Achilles is now entirely in the wrong, and the Over–Lord is once more within his right. He has done all, or more than all, that customary law demands. In Book IX. Phoenix states the case plainly. “If Agamemnon brought thee not gifts, and promised thee more hereafter, . . . then were I not he that should bid thee cast aside thine anger, and save the Argives. . . . ” (IX. 515–517). The case so stands that, if Achilles later relents and fights, the gifts of atonement will no longer be due to him, and he “will not be held in like honour” (IX. 604).
The poet knows intimately, and, like his audience, is keenly interested in the details of the customary law. We cannot easily suppose this frame of mind and this knowledge in a late poet addressing a late Ionian audience.
The ambassadors return to Agamemnon; their evil tidings are received in despairing silence. But Diomede bids Agamemnon take heart and fight next day, with his host arrayed “before the ships” (IX. 708). This appears to counsel defensive war; but, in fact, and for reasons, when it comes to fighting they do battle in the open.
The next Book (X.) is almost universally thought a late interpolation; an opinion elsewhere discussed (see The Doloneia). Let us, then, say with Mr. Leaf that the Book begins with “exaggerated despondency” and ends with “hasty exultation,” in consequence of a brilliant camisade, wherein Odysseus and Diomede massacre a Thracian contingent. Our point is that the poet carefully (see The Doloneia) continues the study of Agamemnon in despondency, and later, by his “hasty exultation,” preludes to the valour which the Over–Lord displays in Book XI.
The poet knows that something in the way of personal valour is due to Agamemnon’s position; he fights brilliantly, receives a flesh wound, retires, and is soon proposing a general flight in his accustomed way. When the Trojans, in Book XIV., are attacking the ships, Agamemnon remarks that he fears the disaffection of his whole army (XIV. 49, 51), and, as for the coming defeat, that he “knew it,” even when Zeus helped the Greeks. They are all to perish far from Argos. Let them drag the ships to the sea, moor them with stones, and fly, “For there is no shame in fleeing from ruin, even in the night. Better doth he fare who flees from trouble than he that is overtaken.” It is now the turn of Odysseus again to save the honour of the army. “Be silent, lest some other of the Achaeans hear this word, that no man should so much as suffer to pass through his mouth. . . . And now I wholly scorn thy thoughts, such a word hast thou uttered.” On this Agamemnon instantly repents. “Right sharply hast thou touched my heart with thy stern reproof:” he has not even the courage of his nervousness.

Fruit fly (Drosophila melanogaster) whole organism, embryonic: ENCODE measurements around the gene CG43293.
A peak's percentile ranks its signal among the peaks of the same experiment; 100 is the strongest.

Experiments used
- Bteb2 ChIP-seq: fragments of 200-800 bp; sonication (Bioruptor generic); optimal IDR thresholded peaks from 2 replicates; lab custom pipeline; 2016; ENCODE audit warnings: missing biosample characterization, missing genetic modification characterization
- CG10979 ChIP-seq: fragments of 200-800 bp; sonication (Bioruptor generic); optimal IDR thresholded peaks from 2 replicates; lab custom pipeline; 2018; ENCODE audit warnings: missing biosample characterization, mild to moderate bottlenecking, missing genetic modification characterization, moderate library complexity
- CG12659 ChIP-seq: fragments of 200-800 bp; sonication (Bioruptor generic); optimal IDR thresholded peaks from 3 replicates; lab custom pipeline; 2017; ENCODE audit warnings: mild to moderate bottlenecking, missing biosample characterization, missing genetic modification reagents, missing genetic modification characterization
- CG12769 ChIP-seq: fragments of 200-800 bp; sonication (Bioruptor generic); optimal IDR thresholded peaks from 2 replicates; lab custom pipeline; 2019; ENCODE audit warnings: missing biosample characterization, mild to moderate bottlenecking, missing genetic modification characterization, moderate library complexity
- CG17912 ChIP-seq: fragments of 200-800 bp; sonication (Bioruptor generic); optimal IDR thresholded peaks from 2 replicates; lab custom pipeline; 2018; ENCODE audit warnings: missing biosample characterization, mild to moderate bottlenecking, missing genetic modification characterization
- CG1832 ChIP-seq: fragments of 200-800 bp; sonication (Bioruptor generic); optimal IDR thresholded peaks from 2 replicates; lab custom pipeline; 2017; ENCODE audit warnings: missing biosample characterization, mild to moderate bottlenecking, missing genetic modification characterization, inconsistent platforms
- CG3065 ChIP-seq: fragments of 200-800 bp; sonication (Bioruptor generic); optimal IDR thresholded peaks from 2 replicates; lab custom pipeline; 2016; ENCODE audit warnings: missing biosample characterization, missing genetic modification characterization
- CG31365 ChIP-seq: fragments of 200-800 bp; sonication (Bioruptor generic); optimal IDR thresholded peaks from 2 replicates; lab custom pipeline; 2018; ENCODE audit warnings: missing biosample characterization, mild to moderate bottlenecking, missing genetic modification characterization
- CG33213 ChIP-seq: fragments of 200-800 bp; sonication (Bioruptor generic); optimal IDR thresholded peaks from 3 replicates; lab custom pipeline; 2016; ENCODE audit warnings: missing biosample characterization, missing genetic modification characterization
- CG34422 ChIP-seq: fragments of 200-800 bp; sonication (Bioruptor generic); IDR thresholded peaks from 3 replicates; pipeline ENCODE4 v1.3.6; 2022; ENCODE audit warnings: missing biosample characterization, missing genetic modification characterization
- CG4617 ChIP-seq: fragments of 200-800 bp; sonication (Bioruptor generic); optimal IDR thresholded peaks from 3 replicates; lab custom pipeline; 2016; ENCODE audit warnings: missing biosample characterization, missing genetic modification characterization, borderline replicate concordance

The combat is now in the hands of Aias and Patroclus, who is slain. Agamemnon, who is wounded, does not reappear till Book XIX., when Achilles, anxious to fight and avenge Patroclus at once, without formalities of reconciliation, professes his desire to let bygones be bygones. Agamemnon excuses his insolence to Achilles as an inspiration of Ate: a predestined fault —“Not I am the cause, but Zeus and Destiny.”
Odysseus, to clinch the reunion and fulfil customary law, advises Agamemnon to bring out the gifts of atonement (the gifts prepared in Book IX.), after which the right thing is for him to give a feast of reconciliation, “that Achilles may have nothing lacking of his right.” 59 The case is one which has been provided for by customary law in every detail. Mr. Leaf argues that all this part must be late, because of the allusion to the gifts offered in Book IX. But we reply, with Mr. Monro, that the Ninth Book is “almost necessary to any Achilleis.” The question is, would a late editor or poet know all the details of customary law in such a case as a quarrel between Over–Lord and peer? would a feudal audience have been satisfied with a poem which did not wind the quarrel up in accordance with usage? and would a late poet, in a society no longer feudal, know how to wind it up? Would he find any demand on the part of his audience for a long series of statements, which to a modern seem to interrupt the story? To ourselves it appears that a feudal audience desired the customary details; to such an audience they were most interesting.